Research into policies in both American and foreign schools has shown that requiring students to wear uniforms does not necessarily lead to improved academic performance. However, uniforms can lead to fewer distractions and improved levels of concentration among students.
Educational administrators are always on the lookout for policies and techniques to help their kids get ahead. Trying new things is a part of the learning process. That’s true whether you are in preschool or have been a principal for twenty years.
One of those things that most American public school administrators may not have tried yet is adopting a school uniform policy. But it’s an idea seeing a new surge in interest.
While school uniforms today are most commonly associated with private schools, there has been a push for a return to uniforms even in public schools.
According to the National Center for Education Statistics, for the 2019-20 school year, just under 19 percent of public schools required a school uniform. That’s down from 2015-16, when more than 21 percent of schools had uniforms.
But educational leaders are also taught to adopt evidence-based practices. Implementing a uniform policy just because your district hadn’t tried it yet isn’t enough. Before doing the hard work of implementing a uniform policy and selling it to the board and the community, school administrators will want to answer the question: do school uniforms improve grades?
Where Do School Uniforms Come From?
School uniforms are a common sight in many foreign countries. The practice is thought to have started in religious schools in England in the early 1200s. Engrained in culture, uniforms are much more popular there than in the United States. A 2011 survey of students at Christ’s Hospital, a boarding school founded in London in 1552, resulted in 95 percent voting to keep their traditional uniforms.
It’s tough for American educational administrators to imagine anything like that kind of support. In the United States, uniforms are more prevalent at the primary and middle grades than in high schools. Only 12 percent of high schools required uniforms during 2019-20.
Perhaps in line with the same act of rebellion that separated the U.S. from England in the first place, school uniforms didn’t really make the leap across the Atlantic to the founding colonies. Apart from religious and parochial schools, few American schools adopted uniform policies.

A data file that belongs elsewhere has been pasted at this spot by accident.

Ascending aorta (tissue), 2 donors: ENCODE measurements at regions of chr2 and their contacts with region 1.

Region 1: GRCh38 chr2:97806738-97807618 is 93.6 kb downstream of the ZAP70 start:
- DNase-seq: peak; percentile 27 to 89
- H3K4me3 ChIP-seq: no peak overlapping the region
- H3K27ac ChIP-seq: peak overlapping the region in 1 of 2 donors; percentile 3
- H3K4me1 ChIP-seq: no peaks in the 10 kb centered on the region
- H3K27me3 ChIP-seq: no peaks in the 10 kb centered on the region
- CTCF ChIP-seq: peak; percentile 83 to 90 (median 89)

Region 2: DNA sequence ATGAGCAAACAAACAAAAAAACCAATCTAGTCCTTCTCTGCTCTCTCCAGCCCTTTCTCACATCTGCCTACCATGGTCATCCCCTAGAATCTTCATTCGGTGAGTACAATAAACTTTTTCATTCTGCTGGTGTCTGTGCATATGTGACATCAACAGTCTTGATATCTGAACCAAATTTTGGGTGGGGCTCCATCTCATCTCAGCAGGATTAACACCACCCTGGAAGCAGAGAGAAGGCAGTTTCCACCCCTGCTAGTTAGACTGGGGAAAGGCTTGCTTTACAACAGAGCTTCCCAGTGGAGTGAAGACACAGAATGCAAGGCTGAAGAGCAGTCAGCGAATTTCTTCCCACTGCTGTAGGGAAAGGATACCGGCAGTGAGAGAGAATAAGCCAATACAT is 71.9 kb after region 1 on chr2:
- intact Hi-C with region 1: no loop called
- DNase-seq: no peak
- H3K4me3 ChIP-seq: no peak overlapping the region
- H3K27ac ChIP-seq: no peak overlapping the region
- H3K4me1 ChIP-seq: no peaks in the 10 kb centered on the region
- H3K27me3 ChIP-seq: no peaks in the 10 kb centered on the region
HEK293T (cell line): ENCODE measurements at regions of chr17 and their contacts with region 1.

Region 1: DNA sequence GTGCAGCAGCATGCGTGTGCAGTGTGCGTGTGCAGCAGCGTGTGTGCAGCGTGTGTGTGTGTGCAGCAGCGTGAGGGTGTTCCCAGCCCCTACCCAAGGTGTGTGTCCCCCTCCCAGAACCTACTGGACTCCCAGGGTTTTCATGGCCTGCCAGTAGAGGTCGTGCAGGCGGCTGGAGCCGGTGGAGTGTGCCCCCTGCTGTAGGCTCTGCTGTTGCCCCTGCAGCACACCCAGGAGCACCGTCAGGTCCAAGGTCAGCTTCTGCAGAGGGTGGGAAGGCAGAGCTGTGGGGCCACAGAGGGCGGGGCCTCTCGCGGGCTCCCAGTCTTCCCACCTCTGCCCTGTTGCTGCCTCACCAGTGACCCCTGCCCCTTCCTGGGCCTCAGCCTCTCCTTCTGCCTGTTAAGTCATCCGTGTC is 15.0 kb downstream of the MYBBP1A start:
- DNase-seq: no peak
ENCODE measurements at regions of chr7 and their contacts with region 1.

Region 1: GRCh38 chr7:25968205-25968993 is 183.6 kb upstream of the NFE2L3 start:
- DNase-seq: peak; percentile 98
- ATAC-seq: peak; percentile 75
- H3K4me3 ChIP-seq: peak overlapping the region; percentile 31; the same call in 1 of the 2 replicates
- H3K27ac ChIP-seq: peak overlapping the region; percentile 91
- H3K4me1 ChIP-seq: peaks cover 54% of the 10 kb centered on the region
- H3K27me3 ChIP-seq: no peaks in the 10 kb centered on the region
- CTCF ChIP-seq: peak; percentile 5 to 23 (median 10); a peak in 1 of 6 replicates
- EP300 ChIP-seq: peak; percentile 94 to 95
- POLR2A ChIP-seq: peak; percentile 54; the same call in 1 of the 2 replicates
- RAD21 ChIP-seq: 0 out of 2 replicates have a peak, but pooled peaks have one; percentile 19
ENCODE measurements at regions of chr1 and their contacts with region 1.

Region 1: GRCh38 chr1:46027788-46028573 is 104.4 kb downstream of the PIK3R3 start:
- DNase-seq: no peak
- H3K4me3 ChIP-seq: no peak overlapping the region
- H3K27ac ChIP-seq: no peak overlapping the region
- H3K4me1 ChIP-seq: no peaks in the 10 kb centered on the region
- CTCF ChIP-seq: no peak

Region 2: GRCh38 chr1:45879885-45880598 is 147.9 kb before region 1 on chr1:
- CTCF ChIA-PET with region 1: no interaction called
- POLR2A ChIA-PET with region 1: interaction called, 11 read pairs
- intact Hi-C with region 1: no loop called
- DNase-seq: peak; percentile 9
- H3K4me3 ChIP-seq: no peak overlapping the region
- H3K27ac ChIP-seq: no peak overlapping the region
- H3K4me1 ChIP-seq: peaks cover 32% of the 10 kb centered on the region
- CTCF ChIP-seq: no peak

That started to change in the late 1980s. Increasing discipline and gang violence problems in urban schools saw both voluntary and mandatory uniform programs instituted from Baltimore to LA. In 1996, the idea even rated a mention from President Bill Clinton in his State of the Union address.
But despite the boost, uniforms never became common. It’s possible to see the 2015 number from NCES as a sort of high water mark for school uniform requirements. The percentage that year was roughly double the number from the late 1990s.
Despite many court challenges, filed under First Amendment freedom of expression requirements, uniform policies have been found to be legal. But that’s a far different question than whether or not they are effective.
The Arguments for and Against School Uniforms Take on a Range of Educational Challenges
For starters, it’s important to understand that uniform adoption is not driven entirely by academic achievement. Proponents of uniforms list a number of benefits:
Increased Student Safety
Uniforms make it quick and easy to spot outsiders on school grounds, which can be a real advantage in an era where school shootings by non-students have skyrocketed. Uniforms also prevent common gang clothing identifiers, which is a problem in some districts.
Reducing Fashion Peer Presure
Uniforms take away choice and judgement in matters of personal appearance. That’s a negative for some students, but it’s a relief to others. Any kid who feels judged for their clothing choices or pressured to wear expensive designer clothes is let off the hook by mandatory uniforms.
Fewer Distractions in the Learning Environment